Palatine Tiara

From Wikipedia, the free encyclopedia
Jump to: navigation, search
The Palatine Tiara
Pope Pius XII using the Tiara.

The Palatine Tiara is the most widely used Papal Tiara in the possession of the Vatican. It was donated to Pope Pius IX in 1877 by the Holy See's Palatine Guard to commemorate his jubilee as a bishop. It was last worn to date by Pope John XXIII.

Coronation tiara for some popes[edit]

Of all the tiaras in the papal collection, the Palatine Tiara is the most widely used, a fact reflected in the image which shows its worn lappets and its off-centre monde. It was particularly associated with the pontificates of Pope Pius XII (r 1939–1958) and Pope John XXIII (r: 1958–1963), both of whom chose to be crowned with it.

It was not, however, the official coronation tiara. Traditionally, popes received their own tiara from their cardinalate see on election. An exception was Pius XII, who prior to his election had not had a see; he had been Cardinal Secretary of State, and so did not receive a tiara, instead choosing to be crowned with the 1877 tiara from the collection. In John XXIII's case, though he did receive his own tiara, his election was so unexpected that Bergamo, his native region, which donated the tiara, did not have plans in train to manufacture a tiara quickly in the event of his election. His papal tiara was given to him in 1959. As a result, he also chose to be crowned with the 1877 tiara.


The tiara is made up of a silver mesh over a felt base and consists of three separate golden crowns. Each crown is inlaid with pearls, 90 on each, and there are a total of 540 pearls on the tiara. The first crown contains sixteen rubies, three emeralds, a hyacinth (yellow zircon), an aquamarine, three rubies, a sapphire, and eight gold points with five garnets and two 'Balas rubies' (red spinels). The second crown has on it ten emeralds, eight spinels, one chrysolite, two aquamarines, six small rubies and three sapphires. The third crown has sixteen small spinels, three larger spinels, four sapphires, three hyacinths, three aquamarines, one garnet, eight gold floral ornaments each with two emeralds, one spinel, a chrysolite and eight gold points, each adorned with a garnet. The top of the tiara beneath the monde is covered with a layer of thin gold, on which are eight rubies and eight emeralds. The gold covering is a gold monde enameled in blue on the top of which is a cross containing eleven brilliants. Jewels are also attached to the lappets.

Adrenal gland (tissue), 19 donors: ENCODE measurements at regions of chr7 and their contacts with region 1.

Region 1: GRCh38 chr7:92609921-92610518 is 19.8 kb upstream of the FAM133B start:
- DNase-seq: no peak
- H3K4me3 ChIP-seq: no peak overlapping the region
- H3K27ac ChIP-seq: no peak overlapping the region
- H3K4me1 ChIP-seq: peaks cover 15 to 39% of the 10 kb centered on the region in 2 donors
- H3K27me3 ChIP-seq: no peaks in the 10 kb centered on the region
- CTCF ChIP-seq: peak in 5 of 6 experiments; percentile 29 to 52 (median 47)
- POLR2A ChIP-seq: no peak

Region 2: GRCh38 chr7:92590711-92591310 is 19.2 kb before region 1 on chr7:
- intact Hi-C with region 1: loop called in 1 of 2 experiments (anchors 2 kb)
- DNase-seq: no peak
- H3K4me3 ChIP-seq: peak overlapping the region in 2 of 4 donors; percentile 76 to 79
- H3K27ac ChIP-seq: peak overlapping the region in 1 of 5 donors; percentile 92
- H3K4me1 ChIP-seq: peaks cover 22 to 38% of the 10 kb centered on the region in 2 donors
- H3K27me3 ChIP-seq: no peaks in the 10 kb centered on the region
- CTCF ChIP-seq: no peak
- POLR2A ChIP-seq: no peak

"Vicarius Filii Dei" myth[edit]

Some Protestant groups, particularly those associated with the Seventh-day Adventist Church, claimed that Vicarius Filii Dei, "representative of the Son of God", is spelt out in jewels on the 1877 tiara. "Vicarius Filii Dei" is a title mentioned as a papal title in the forged mediaeval Donation of Constantine. Some Protestant groups claim that it is a real papal title, a claim dismissed by the Roman Catholic Church as an "anti-Catholic myth".

All photographs of the tiara, including close-up photographs taken from all sides at the coronation of Pius XII in 1939, show that it actually contains no writing. None of the existing tiaras in the collection, the oldest of which is from the 16th century, contains the words Vicarius Filii Dei.

No longer worn, but not prohibited[edit]

In 1963, the new pope, Pope Paul VI, chose to be crowned with his own tiara given to him by his former see rather than with the Palatine Tiara. (He also had a shorter rite of papal coronation than had previous popes.) He never wore any other tiara from the collection and in June 1963 formally renounced the wearing of a tiara for the remainder of his papacy by placing his tiara on the altar of St. Peter's Basilica during the Second Vatican Council. However, his own 1975 Apostolic Constitution Romano Pontifici Eligendo still envisaged coronations for his successors.

In 1978, his immediate successor, Pope John Paul I, chose not to be crowned, as did the next three pontiffs, John Paul II, Benedict XVI, and Francis, none of whom ever wore a tiara. They thus let the custom fall into disuse. They did not prohibit it; it would be meaningless to do so, since any new pope could at any time undo such a prohibition and choose to be crowned (with the Palatine Tiara or any other tiara specially made or already existing) in the same way as Pope John Paul I chose not to be crowned.

Pope John Paul II's 1996 Apostolic Constitution Universi Dominici Gregis on the election of a pope omitted all mention of a coronation ceremony, speaking merely of "the inauguration of the pontificate".

See also[edit]


External links[edit]